Radiologists don’t observe their patients like other clinicians. That’s why radiologists chose this specialty, because the interpretation process isn’t superficial. The diagnosis requires an examination that’s deeper than what’s immediately visible.
Former Harvard University professor of radiology Harry Z. Mellins, MD, understood that the profession goes beyond image analysis. Referred to as “the epitome of the clinician/scholar,” Mellins served as the chief of diagnostic radiology and residency program director at Peter Bent Brigham Hospital, which is now Brigham and Women’s Hospital. He was also a mentor and a teacher who not only wanted his students to become successful radiologists, but also to develop insight into their practice. He once wrote:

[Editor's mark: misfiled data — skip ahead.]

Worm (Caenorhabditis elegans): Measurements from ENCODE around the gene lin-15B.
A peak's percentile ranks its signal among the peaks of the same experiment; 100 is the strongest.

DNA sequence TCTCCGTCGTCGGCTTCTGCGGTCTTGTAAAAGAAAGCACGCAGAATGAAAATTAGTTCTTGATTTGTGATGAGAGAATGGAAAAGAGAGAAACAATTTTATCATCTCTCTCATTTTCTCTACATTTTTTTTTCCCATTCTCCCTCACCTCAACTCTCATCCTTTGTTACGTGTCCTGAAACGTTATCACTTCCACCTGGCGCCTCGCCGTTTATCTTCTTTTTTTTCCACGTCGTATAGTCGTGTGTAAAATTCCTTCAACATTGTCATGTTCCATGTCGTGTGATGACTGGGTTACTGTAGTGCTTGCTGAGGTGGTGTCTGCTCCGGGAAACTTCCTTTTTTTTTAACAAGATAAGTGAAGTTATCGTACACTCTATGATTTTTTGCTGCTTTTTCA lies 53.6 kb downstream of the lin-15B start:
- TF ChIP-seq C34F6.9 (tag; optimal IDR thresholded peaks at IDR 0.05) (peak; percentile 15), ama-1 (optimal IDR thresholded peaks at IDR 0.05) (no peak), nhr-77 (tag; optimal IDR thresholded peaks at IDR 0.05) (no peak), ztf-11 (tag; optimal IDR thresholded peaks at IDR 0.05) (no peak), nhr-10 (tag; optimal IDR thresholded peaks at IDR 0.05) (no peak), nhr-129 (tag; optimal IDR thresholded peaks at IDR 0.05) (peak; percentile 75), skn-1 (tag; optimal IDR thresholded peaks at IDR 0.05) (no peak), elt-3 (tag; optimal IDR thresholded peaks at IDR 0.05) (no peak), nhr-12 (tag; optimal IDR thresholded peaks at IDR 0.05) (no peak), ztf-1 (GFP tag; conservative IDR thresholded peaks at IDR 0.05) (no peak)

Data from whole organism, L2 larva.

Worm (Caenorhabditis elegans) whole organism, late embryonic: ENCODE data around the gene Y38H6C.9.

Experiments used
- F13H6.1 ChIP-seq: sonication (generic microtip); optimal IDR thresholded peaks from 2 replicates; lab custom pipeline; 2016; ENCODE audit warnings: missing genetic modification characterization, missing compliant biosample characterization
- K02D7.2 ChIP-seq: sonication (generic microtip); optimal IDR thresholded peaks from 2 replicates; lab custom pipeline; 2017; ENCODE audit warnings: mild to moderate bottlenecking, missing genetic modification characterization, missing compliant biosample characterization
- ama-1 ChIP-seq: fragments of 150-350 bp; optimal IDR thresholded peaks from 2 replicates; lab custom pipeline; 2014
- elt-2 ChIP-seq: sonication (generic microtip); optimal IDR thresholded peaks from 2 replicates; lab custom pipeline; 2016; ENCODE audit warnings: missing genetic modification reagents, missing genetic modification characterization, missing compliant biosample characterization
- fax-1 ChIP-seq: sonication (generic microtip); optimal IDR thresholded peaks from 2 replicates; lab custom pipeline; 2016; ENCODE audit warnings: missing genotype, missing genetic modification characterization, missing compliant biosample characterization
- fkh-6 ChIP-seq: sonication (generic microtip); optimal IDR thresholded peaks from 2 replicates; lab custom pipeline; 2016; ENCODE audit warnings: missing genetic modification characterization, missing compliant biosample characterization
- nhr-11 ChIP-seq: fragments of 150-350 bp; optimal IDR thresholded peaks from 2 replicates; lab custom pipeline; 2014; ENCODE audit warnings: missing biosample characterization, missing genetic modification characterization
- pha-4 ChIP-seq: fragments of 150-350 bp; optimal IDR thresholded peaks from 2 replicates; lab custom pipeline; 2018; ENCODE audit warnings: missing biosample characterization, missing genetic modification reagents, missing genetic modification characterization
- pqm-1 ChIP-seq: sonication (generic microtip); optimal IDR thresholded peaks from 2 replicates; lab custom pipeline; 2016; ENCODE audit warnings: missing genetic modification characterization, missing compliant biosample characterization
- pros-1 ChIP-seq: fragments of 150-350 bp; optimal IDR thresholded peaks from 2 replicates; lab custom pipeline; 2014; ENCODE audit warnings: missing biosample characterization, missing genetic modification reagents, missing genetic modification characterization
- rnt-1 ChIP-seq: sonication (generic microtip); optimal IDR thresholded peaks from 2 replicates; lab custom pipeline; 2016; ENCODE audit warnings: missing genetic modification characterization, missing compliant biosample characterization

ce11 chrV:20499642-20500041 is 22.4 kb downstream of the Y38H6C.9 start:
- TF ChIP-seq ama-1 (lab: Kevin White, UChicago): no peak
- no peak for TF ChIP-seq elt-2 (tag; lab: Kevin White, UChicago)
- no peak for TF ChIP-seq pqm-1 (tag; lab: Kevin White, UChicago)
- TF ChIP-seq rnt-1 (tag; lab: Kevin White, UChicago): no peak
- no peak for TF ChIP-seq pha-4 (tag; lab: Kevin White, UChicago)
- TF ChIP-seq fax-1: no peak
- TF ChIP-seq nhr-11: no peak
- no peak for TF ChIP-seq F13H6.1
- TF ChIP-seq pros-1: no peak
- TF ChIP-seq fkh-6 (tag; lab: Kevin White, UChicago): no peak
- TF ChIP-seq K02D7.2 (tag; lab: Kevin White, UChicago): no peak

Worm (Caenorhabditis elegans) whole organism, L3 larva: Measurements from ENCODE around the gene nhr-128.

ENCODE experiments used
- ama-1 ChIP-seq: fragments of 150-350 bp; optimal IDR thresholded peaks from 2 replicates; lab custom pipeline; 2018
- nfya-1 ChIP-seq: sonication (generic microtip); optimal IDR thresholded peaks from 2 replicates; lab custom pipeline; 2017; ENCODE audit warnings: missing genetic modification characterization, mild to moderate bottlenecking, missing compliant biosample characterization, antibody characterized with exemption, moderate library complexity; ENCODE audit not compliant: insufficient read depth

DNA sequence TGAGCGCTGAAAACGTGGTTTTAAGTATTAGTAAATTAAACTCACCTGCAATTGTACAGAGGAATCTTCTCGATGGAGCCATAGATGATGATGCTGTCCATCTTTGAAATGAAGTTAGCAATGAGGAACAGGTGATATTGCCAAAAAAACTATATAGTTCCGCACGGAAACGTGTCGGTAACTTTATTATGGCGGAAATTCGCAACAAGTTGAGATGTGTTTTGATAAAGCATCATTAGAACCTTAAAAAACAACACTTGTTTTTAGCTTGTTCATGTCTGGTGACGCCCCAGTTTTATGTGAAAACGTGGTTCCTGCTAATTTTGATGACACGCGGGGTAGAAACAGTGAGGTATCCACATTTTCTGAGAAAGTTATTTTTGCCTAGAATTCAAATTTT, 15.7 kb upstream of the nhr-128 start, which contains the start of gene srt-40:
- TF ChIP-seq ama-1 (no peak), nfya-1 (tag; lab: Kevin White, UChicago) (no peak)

“The diagnostic radiologist is a clinician who has sacrificed one of the greatest glories of the practice of medicine and its greatest responsibility - the daily contact with the ill and their families - in order to concentrate more on the essence of our profession, the pathology of the living. This he sees through the medium of shadows which has left him open to the charge of not quite being a real clinician.
But shadows, after all, are real. What are we to one another and what is the world to any of us but an inverted image on the retina? Seeing is done with the mind. The camera does not see; it records. The radiologist perceived the shadow, sees a lesion, and imagines the man. The bedside physician sees the man, perceives the signs and imagines the lesion. They practice from the outside in and we from the inside out. Both are clinicians, for in truth there is no other kind of doctor worthy of the name. The decisive test for all is finally and always the bedside. This, then, is one concept of the radiologist - with a film on the viewbox but the bedside in his or her mind.”
His words are an important reminder as to why radiologists chose this field. Radiologists perform the reverse of what other clinicians do, they examine “from the inside out.”